Some wag once defined relativity this way: When you spend an hour kissing a sweetheart, it seems like a minute. When you spend a minute on a hot stove, it seems like an hour. On that scale, one year of high school in the musical "Spring Awakening" must seem like the kind of geologic time in which glaciers move from one landmass to another.
The setting is Germany in 1891, as it was in the Frank Wedekind play of the same name. Yet the adolescents here seem trapped in an unending period of loss, longing, confused emotions, repressed feelings and suppressed sexuality.
Anyone who has passed through such a firestorm will find it vividly revived by this national tour. The final "Song of Purple Summer" reminds us that those who can endure parental abuse, cruelty from classmates or teachers and overpowering depression may see the ice inside themselves thaw at last. But winter will be long and hard before that happens.
Composer Duncan Sheik and playwright/lyricist Steven Sater divide our sympathies a bit more evenly than Wedekind (who, if I'm not mistaken, stares down from a small photo mounted on the back wall of the set, which is a vast brick schoolroom).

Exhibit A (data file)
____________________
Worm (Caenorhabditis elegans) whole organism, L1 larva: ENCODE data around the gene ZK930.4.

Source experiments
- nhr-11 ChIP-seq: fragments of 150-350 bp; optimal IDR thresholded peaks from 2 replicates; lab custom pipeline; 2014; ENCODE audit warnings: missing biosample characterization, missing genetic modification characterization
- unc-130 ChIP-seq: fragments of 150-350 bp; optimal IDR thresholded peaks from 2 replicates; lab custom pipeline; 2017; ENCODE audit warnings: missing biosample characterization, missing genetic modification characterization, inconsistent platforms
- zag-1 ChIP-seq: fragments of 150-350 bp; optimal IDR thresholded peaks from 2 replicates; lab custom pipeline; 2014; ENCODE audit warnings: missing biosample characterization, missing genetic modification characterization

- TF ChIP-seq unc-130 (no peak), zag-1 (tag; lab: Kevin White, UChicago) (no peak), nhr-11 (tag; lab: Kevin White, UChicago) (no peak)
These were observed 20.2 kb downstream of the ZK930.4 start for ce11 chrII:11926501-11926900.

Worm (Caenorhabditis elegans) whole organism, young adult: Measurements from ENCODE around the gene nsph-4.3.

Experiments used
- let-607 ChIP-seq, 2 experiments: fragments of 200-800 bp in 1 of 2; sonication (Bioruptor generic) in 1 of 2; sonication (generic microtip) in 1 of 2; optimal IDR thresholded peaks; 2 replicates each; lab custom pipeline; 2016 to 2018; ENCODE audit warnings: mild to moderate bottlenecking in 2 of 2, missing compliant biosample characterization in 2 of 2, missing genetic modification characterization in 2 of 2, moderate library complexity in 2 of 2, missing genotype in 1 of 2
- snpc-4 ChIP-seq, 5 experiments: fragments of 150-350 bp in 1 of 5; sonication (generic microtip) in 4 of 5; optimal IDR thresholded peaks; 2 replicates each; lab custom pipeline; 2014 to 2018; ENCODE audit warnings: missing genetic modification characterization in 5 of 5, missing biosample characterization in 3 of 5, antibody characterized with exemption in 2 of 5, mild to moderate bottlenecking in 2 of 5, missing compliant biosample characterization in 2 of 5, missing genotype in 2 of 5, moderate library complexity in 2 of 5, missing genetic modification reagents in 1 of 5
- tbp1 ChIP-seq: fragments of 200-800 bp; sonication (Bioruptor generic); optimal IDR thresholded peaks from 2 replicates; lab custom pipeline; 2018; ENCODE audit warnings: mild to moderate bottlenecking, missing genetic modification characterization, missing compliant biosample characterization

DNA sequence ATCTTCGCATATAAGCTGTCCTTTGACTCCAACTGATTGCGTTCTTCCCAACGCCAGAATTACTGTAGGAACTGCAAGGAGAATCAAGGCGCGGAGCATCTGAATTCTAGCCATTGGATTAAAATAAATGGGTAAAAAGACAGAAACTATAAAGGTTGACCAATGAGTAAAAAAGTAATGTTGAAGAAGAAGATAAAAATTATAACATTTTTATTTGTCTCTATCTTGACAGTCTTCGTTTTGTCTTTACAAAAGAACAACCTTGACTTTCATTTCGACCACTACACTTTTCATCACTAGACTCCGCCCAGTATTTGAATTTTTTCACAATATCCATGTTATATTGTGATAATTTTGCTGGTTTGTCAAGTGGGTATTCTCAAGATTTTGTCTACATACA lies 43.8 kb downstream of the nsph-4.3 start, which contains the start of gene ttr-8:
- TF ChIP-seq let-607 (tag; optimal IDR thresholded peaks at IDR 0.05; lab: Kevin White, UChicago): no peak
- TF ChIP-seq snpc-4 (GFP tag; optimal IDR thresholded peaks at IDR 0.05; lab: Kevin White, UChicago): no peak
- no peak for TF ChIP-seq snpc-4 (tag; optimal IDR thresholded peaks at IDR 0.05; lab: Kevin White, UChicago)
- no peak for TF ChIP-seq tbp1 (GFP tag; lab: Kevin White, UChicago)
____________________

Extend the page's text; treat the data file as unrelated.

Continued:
Not all the adults here are venal. The young people can be silly and self-pitying. But the message is the same: If you crush natural curiosity and desires to create a false sense of order, you can damage a child permanently.
If the show has a hero, it's the rash but open-minded Melchior (Matt Shingledecker, a confident understudy who took the lead Tuesday and did a sensitive, powerful job).
He encourages anxious Moritz (Taylor Trensch, equally good in goofiness or rage) to follow his sexual desires. Melchior also tells naive Wendla (touching Christy Altomare) to seek tenderness instead of violent sensations, but both story lines lead to trouble. The person likeliest to succeed here is crafty Hanschen (creepy Andy Mientus), who can hide his beliefs and rise to prominence by playing any game required.
Sheik and Sater treat songs as interludes where action stops and characters speak directly to us. That makes the modern pop music less disconnected from its setting: Songs roil around as violently or sweetly as the kids' feelings do. (For once, a cast really does look like it's been recruited from high school, especially the girls. And the onstage instrumentalists are a tight band.)
This tour replicates the Broadway direction of Michael Mayer and choreography of Bill T. Jones, and I wondered whether they had something larger than adolescent angst in mind.
The stomped segments of the dancing sounded a bit like the thunder of jackboots to me, and Hanschen's Ã¼ber-Aryan blondness - he's a Draco Malfoy lookalike - suggested sneering Germans we've seen in photos from the Third Reich.
Any students in this group who reached adulthood would be in their late 50s when Adolf Hitler was elected chancellor of Germany in 1933. Could Mayer and Jones be implying that, when someone in power stamps down individuals and demands unthinking obedience to authority, the Nazi Party is the likely result?